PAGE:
Sewing

These are the pants that never end

I am very pleased to report that, after sharing my sewing plans for my Art Deco Weekend wardrobe, I also managed to finish it all!  Not exactly in the form I’d originally planned, but in just as awesome, and just as elaborate a form.

I’ll be doing a full weekend wrap-up post later this week, and sharing about the my sewing bits in individual posts.  To start the series off, here are my beach pyjama pants that never end:

Beach pyjama trousers thedreamstress.com3

And, by never end, I mean that everything about them, from the hem width, to the crotch length, just goes on and on my friend:

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(and, I’m sorry, I know, that’s stuck in your head now, and it’s very evil of me.  However, I’ve had the stupid Charleston song that they always play at Art Deco Weekend stuck in my head for 5 hours now, and I’m at the point where the song that never ends is a preferable alternative!)

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The pants are made from an altered version of the Wearing History Chic Ahoy trousers.  The Chic Ahoy trousers (being period accurate) have a front flap that buttons over a hooked or laced front opening.  Because ADW is a bit frantic, I though that might be a bit of a hassle to climb in and out of for the loo, so I changed it to pockets and a side zip.  I wanted the trousers to look more like earlier ’30s pants, so I lengthened them and changed a few other small fit details to rewind the look from the patterns ca. 1937 to my desired ca. 1930.  And I subbed out the facings for a petersham waistband, because petersham waistbands are awesome.  In retrospect, I wish I’d done a more period side-buttoning opening, but other than that I’m extremely pleased with the trousers.

To model them, Kirsten of Fifty-Two Fancies, who also made a set of beach pyjamas, and I had a beach pyjama party (on the beach, of course!)

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We got photography help from the wonderful Daniil, who you may recognise as my favourite male model (and, who, it turns out, is a car and plane wiz, so while I walked around saying, “Oooh, plane!” and “Oooh, green car” he walked around saying “DC10” and “1932 Dodge, you can tell because of the grill shape”, so I learned a lot about something I knew practically nothing about, which is awesome)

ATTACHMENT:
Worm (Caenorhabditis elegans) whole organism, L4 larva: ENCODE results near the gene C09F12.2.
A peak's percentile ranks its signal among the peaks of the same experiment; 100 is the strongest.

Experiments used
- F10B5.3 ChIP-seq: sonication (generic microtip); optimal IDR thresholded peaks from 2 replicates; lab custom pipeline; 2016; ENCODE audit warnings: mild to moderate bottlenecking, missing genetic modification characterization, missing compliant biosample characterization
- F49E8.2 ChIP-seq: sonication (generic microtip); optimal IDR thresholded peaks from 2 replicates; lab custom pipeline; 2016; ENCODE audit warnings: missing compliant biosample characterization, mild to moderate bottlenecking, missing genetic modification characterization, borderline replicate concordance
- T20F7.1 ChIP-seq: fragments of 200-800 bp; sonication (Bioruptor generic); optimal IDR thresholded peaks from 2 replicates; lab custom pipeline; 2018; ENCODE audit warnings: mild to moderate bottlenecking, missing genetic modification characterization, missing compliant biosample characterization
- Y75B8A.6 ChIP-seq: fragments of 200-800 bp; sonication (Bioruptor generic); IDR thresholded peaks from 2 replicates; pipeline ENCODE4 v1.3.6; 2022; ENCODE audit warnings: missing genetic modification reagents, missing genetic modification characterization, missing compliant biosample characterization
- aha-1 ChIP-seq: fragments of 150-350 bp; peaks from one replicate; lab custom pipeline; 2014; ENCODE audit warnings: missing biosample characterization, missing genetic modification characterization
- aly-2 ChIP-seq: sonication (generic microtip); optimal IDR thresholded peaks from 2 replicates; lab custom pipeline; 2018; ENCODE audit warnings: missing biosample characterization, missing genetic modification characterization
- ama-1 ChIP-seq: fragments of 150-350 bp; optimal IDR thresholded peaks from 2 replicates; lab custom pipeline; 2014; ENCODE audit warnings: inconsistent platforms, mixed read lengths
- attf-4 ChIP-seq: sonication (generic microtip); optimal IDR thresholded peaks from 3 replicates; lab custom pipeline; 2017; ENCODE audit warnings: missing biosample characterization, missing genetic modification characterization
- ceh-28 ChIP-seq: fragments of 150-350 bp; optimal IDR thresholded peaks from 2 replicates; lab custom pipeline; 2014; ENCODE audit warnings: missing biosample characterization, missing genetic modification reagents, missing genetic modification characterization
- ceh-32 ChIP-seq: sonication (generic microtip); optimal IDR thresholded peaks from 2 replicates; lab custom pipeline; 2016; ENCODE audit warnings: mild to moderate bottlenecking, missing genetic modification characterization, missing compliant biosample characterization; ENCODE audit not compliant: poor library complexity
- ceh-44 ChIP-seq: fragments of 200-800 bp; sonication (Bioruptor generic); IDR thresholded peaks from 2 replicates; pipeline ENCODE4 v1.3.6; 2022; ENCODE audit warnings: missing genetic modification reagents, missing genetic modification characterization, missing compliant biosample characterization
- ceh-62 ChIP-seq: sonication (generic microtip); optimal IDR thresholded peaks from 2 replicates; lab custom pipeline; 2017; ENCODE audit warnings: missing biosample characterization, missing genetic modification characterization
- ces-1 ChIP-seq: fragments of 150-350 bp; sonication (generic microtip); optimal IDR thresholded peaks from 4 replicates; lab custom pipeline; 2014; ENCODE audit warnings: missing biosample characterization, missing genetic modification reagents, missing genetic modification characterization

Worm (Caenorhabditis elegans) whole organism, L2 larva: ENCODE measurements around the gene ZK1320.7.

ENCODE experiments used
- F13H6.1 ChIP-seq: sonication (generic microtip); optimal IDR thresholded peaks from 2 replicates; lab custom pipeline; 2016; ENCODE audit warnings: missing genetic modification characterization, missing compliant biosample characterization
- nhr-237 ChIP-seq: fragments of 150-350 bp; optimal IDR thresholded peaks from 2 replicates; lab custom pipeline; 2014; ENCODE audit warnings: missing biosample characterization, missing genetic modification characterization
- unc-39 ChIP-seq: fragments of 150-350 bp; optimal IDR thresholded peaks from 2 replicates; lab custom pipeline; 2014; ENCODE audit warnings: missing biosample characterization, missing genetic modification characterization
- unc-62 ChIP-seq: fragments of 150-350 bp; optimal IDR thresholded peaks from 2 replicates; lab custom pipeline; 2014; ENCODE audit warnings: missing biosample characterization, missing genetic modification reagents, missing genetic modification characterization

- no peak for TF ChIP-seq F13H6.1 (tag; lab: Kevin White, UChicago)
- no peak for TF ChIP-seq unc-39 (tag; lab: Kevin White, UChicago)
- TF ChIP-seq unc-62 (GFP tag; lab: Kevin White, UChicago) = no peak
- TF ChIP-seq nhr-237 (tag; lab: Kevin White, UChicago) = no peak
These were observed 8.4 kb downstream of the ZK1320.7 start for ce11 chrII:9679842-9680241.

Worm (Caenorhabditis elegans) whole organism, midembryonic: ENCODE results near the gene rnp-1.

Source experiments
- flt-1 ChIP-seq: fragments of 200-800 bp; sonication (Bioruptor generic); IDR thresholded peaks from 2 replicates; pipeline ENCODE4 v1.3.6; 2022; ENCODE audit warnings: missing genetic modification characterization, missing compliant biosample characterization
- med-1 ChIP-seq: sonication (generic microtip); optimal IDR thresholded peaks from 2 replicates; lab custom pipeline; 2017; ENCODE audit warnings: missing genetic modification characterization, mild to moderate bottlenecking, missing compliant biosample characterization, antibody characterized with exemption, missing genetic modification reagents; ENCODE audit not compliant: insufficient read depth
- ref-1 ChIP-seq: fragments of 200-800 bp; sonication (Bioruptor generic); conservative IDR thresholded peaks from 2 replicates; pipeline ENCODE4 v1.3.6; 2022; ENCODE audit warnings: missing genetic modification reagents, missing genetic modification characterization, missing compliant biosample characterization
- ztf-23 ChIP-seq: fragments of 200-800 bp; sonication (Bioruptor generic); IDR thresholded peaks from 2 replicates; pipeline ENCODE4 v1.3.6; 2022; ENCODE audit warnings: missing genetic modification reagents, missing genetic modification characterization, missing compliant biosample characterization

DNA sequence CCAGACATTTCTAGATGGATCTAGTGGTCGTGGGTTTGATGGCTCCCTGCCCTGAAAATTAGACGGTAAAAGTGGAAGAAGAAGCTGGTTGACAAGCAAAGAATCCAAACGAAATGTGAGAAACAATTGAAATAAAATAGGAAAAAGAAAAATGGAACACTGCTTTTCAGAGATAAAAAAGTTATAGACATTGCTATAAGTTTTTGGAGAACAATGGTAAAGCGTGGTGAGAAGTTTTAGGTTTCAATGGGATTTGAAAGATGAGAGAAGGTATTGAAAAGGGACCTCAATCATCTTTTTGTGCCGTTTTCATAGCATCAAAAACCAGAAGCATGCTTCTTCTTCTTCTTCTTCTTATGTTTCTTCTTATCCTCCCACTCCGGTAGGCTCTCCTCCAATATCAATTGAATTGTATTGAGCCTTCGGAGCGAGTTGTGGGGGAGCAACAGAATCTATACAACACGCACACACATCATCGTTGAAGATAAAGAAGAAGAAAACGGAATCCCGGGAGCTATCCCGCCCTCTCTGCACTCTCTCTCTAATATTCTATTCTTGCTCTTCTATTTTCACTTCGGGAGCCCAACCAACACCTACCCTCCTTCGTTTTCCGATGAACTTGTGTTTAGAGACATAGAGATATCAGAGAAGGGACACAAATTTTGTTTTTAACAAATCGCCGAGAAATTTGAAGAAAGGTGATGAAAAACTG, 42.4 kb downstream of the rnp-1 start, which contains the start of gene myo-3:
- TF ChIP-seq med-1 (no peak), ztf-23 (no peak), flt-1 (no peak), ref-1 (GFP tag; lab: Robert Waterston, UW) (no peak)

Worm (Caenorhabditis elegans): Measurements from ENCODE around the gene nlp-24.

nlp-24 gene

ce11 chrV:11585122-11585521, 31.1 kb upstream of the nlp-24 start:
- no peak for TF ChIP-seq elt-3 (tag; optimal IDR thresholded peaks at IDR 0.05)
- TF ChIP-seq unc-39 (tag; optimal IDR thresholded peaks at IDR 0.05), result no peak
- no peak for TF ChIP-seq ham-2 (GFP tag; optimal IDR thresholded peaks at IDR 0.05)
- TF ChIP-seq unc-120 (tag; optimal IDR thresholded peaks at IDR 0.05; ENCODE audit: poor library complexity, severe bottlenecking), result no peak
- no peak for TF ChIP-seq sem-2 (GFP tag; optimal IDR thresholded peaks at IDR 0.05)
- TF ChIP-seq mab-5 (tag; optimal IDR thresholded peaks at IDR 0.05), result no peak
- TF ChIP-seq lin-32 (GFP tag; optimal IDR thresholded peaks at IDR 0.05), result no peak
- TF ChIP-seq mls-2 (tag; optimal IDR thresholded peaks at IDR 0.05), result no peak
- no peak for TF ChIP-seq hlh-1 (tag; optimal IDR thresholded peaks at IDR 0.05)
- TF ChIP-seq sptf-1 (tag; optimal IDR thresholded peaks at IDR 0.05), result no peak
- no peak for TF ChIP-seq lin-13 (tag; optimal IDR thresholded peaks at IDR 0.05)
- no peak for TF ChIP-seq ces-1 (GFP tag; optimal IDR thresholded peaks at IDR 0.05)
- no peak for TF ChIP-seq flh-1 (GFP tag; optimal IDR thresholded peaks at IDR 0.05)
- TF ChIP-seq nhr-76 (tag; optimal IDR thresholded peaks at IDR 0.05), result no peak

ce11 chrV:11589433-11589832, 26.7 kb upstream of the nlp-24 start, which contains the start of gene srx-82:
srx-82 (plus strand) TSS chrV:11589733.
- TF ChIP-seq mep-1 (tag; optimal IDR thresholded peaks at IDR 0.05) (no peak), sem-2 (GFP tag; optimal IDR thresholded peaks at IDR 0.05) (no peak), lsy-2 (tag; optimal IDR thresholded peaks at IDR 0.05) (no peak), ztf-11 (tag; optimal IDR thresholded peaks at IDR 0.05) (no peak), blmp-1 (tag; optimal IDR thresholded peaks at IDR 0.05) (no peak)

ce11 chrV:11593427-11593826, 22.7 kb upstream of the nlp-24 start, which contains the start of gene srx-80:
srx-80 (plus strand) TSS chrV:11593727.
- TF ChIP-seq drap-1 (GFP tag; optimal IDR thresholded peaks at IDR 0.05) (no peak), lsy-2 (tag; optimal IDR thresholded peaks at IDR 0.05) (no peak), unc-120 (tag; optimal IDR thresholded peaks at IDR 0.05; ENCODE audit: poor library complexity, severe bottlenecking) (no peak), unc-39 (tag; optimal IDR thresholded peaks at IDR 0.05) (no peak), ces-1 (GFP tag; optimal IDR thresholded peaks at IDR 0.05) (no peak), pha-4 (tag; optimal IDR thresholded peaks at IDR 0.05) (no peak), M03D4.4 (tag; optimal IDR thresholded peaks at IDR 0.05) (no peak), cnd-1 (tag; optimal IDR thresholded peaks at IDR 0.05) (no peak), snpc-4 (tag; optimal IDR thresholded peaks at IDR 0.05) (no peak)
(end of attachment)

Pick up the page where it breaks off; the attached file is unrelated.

Here I am learning about DC10s:

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The trousers were extremely comfortable to wear, super fun to dance in (all the swish of a skirt, all the convenience of trousers!), and I got tons of compliments on them, which is always a good sign.   Best of all, I could do things in them, like climb trees:

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Not everyone was so pleased with my trousers.  I think some of the ladies were a bit scandalised by the uninhibited freedom that the bifurcated look afforded me:

Beach pyjama trousers thedreamstress.com

 

The Challenge: #2 Blue

Fabric: 2.7m of vintage linen (found at Fabric-a-Brac Palmerston North, from a pair of fabulous sisters who were selling off their designer mother’s stash of fabric from the 60s-80s)

Pattern: Wearing History’s Chic Ahoy culotte pants pattern

Year: ca. 1932

Notions: petersham ribbon, bias hem tape, cotton thread, and a concealed zip (shhhhh!)

How historically accurate is it?: If I’d only gone for a side button entry, instead of an invisible zip.  I am REALLY regretting that now!  Other than that, it’s a very good match for the looks you see in early ’30s pyjama pants – cut, pockets, etc are spot on.  Oh, I guess the petersham ribbon is cheating too.  70%

Hours to complete: 5, more or less.

First worn: Saturday 21 Feb, at Napier’s Art Deco Weekend

Total cost: $7 ($5 for the fabric!  What a score!)

16 Comments

  1. EEeeee! Those look as amazingly comfy as hakama! Nice fit around the hips and convenience of pants, all the flare and freedom of a loose skirt. Perfection!

  2. fab-u-lous – i am fixated on beach pyjamas lately and was wondering how wide the legs can go…………. and now i know. I adore your top also – really great look (i made your deco echo top last year and i am still getting complimented on it so thanks again for the share there)

  3. Love that last shot (and the one of the inimitable Daniil. Just quoted your bit about planes/cars to Jez).

  4. Ooo! My first thought was to try to make a pair myself. My second thought was just to lie in wait and mug you for yours. My third thought was that we probably aren’t exactly the same size and shape, so my criminal debut will have to be postponed.
    More seriously, those are fantastic trousers.
    And now to go and get this blasted song out of my head!

  5. Molly the Milliner says

    museumtextiles.commuseumtextiles.comRayon was originally referred to as “viscose”, I have some specimens of ribbon from 1910-1915 that have at least part rayon. My favorite is petersham in cotton/rayon, it is yummy! I am in love with that outfit. The halter top is too cute! I have an enormous skirt I purchased at a thrift store specifically for scrapping, and I think this halter and a matching hair band is in order!

    This is a great fabric reference site http://www.museumtextiles.com/blog/category/rayon

  6. lavenderandtwill.blogspot.com.aulavenderandtwill.blogspot.com.auI just love the last photo; your grin just about says it all! Those beach trousers are simply fabulous ~ not something I’ve ever thought of making for myself, but they look super on you! ❤

    xox,
    bonita of Lavender & Twill

  7. I want a pair!!!

    And I HATE pants. They are my NEMESIS. I NEVER wear pants anymore.

    But I WANT these SO BAD.

    (ha, enough caps, there? lol)

  8. Those are fantastic! I love the look, but I doubt I could look as elegant in it at my height! Still, might be worth a shot this summer…

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